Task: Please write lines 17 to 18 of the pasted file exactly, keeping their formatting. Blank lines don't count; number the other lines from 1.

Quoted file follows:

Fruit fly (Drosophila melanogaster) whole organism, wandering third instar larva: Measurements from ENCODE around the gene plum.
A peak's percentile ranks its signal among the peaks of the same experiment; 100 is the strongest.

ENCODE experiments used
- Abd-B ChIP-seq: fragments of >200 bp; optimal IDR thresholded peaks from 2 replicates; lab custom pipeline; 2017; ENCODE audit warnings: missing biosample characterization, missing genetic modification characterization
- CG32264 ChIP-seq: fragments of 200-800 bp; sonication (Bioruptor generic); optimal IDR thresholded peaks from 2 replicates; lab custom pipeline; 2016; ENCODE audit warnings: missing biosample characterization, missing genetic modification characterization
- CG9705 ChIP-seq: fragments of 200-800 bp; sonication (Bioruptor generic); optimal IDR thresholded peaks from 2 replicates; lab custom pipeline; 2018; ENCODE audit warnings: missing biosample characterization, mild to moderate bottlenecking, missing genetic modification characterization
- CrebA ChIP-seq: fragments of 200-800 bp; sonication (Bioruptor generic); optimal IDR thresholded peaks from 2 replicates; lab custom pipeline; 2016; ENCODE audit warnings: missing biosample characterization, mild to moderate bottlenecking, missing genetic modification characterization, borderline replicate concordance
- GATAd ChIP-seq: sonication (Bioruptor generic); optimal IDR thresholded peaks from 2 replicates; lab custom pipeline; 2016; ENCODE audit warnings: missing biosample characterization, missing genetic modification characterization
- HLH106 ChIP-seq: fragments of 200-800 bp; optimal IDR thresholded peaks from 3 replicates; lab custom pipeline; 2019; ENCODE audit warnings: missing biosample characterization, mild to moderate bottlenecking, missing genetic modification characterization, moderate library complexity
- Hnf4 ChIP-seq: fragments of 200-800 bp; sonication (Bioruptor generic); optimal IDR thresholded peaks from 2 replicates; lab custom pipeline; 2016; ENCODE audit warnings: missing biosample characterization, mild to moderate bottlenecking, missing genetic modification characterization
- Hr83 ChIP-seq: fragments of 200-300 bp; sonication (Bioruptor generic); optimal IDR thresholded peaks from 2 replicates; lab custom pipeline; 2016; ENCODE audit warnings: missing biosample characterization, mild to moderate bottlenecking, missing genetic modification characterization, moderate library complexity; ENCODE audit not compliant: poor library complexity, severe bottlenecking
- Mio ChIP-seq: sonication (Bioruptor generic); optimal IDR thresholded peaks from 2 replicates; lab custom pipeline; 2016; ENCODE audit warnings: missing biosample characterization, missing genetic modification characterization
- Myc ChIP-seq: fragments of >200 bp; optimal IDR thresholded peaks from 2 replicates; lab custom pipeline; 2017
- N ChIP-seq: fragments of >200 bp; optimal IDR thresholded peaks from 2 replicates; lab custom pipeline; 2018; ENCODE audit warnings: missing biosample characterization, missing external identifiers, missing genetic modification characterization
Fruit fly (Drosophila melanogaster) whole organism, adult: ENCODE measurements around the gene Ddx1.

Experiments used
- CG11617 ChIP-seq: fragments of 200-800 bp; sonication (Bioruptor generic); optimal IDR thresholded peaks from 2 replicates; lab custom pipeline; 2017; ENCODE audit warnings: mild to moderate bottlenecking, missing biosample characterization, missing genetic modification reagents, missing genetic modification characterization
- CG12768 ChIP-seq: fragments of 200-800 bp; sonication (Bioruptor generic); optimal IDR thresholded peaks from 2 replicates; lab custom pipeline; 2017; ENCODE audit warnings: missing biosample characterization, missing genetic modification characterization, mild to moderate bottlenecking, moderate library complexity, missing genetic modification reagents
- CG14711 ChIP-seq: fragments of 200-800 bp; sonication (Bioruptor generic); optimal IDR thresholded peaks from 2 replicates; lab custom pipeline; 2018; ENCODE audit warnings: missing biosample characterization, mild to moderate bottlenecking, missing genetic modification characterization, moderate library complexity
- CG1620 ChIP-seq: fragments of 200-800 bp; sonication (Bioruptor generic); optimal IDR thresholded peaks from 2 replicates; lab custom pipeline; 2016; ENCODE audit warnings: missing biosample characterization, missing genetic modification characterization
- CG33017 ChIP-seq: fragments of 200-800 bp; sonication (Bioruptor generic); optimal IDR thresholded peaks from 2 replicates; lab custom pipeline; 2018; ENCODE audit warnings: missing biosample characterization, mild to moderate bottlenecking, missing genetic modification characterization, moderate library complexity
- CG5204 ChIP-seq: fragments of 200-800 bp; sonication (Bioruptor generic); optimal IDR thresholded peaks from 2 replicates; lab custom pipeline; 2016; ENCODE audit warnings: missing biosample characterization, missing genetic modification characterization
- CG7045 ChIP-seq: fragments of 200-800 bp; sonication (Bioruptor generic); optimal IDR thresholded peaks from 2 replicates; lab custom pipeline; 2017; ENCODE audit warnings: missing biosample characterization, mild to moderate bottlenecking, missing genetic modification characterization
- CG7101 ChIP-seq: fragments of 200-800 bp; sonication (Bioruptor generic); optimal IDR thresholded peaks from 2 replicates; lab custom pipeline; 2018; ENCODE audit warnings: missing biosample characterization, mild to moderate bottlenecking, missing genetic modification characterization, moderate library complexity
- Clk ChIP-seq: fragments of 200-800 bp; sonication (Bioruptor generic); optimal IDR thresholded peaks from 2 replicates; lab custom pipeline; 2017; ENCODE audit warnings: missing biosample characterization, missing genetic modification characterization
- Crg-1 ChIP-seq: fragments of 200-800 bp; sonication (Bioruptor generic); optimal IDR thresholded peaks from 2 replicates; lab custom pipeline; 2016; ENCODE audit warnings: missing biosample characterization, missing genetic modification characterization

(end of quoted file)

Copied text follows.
- CG11617 ChIP-seq: fragments of 200-800 bp; sonication (Bioruptor generic); optimal IDR thresholded peaks from 2 replicates; lab custom pipeline; 2017; ENCODE audit warnings: mild to moderate bottlenecking, missing biosample characterization, missing genetic modification reagents, missing genetic modification characterization
- CG12768 ChIP-seq: fragments of 200-800 bp; sonication (Bioruptor generic); optimal IDR thresholded peaks from 2 replicates; lab custom pipeline; 2017; ENCODE audit warnings: missing biosample characterization, missing genetic modification characterization, mild to moderate bottlenecking, moderate library complexity, missing genetic modification reagents